Excessive Taxes Throttle Cities
April 12, 2004
Taxes are necessary for society. However, excessive taxation hurts the private sector. A new report from the National Bureau of Economic Research analyzes four major metropolitan areas and measures the problems of too many taxes.
The authors found that in New York and Philadelphia, tax increases reduce city jobs:
- Because of tax hikes, New York City lost 330,000 jobs from 1970 to 2001.
- Losses would have been worse, but Mayor Guiliani's 1994 tax cuts saved 160,000 jobs.
- Similarly, Philadelphia lost 173,000 jobs between 1971 and 2001 because of increases in city wage tax rates.
The authors note that Guiliani's tax cuts did result in less tax revenue. However, the additional jobs offer an important compensating benefit. The end result is a smaller public sector, but a larger and arguably more productive private city economy. This superior economy can produce additional tax revenue.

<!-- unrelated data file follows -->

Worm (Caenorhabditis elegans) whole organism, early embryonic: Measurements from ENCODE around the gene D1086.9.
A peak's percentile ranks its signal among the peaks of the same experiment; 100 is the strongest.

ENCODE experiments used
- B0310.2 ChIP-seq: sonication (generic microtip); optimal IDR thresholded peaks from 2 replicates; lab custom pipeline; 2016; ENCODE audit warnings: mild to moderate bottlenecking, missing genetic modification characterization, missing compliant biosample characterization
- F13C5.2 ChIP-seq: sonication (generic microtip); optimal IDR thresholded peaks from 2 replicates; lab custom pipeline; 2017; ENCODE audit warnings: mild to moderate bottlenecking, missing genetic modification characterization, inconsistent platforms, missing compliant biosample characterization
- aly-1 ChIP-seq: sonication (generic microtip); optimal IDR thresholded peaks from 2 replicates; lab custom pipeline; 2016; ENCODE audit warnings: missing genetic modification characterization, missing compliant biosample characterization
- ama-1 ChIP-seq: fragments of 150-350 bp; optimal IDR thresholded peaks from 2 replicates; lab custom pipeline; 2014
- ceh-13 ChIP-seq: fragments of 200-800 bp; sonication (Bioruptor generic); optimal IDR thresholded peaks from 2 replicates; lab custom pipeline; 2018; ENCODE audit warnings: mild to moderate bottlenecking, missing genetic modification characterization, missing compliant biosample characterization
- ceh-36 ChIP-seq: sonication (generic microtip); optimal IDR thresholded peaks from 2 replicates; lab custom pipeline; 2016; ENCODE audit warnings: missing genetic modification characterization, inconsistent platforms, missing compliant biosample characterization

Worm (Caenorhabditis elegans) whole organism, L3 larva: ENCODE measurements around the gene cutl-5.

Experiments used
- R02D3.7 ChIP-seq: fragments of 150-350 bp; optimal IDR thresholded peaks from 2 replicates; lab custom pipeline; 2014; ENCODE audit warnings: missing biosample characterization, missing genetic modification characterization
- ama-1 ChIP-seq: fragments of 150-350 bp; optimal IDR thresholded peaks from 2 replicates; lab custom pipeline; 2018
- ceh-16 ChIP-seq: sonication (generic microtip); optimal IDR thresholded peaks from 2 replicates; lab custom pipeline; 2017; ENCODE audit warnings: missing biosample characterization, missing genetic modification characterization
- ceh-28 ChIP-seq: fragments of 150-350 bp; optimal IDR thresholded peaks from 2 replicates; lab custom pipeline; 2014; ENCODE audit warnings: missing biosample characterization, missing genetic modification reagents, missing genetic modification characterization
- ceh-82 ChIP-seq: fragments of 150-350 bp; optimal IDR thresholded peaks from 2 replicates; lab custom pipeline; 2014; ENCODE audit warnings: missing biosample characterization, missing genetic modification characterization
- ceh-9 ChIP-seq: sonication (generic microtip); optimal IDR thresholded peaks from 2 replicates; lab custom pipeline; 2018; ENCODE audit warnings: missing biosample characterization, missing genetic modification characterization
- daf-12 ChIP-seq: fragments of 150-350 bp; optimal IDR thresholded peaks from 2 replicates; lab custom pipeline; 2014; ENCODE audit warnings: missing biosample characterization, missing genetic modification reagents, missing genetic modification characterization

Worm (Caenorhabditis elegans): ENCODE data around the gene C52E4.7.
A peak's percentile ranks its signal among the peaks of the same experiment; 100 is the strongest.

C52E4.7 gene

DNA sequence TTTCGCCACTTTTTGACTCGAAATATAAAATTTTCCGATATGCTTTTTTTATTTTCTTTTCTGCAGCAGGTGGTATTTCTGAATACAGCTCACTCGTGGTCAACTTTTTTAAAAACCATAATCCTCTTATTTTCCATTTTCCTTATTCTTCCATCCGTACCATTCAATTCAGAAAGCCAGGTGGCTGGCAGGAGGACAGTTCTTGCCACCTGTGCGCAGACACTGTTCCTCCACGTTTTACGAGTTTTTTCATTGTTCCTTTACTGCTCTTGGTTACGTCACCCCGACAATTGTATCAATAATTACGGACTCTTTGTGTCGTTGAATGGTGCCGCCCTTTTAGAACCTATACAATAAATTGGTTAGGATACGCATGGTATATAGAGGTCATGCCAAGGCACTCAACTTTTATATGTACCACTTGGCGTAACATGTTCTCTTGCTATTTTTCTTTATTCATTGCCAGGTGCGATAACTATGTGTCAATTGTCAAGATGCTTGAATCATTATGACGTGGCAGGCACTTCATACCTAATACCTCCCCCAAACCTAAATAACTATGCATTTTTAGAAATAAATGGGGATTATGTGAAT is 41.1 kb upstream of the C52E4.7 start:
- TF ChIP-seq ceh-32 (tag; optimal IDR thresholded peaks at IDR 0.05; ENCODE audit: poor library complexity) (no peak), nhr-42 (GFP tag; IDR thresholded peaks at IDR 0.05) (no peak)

The report concludes that cities' revenue capacity is limited by the mobility of its residents and businesses. Tax increases, unmatched by tax-financed compensating benefits for taxpayers - whether property owners, consumers, or firms - will drive those taxpayers from the city. Property values will fall, business sales decline, and the city's tax base shrinks. To protect city economies, a dollar of taxes paid must be matched by at least a dollar of public service benefits.
Source: Les Picker, "Local Revenue Hills: Evidence From Four U.S. Cities," NBER Digest, February 2004; based upon: Andrew Haughwout, Robert Inman, Steven Craig, and Thomas Luce, "Local Revenue Hills: Evidence From Four U.S. Cities," National Bureau of Economic Research, Working Paper, No. 9686, May 2003.
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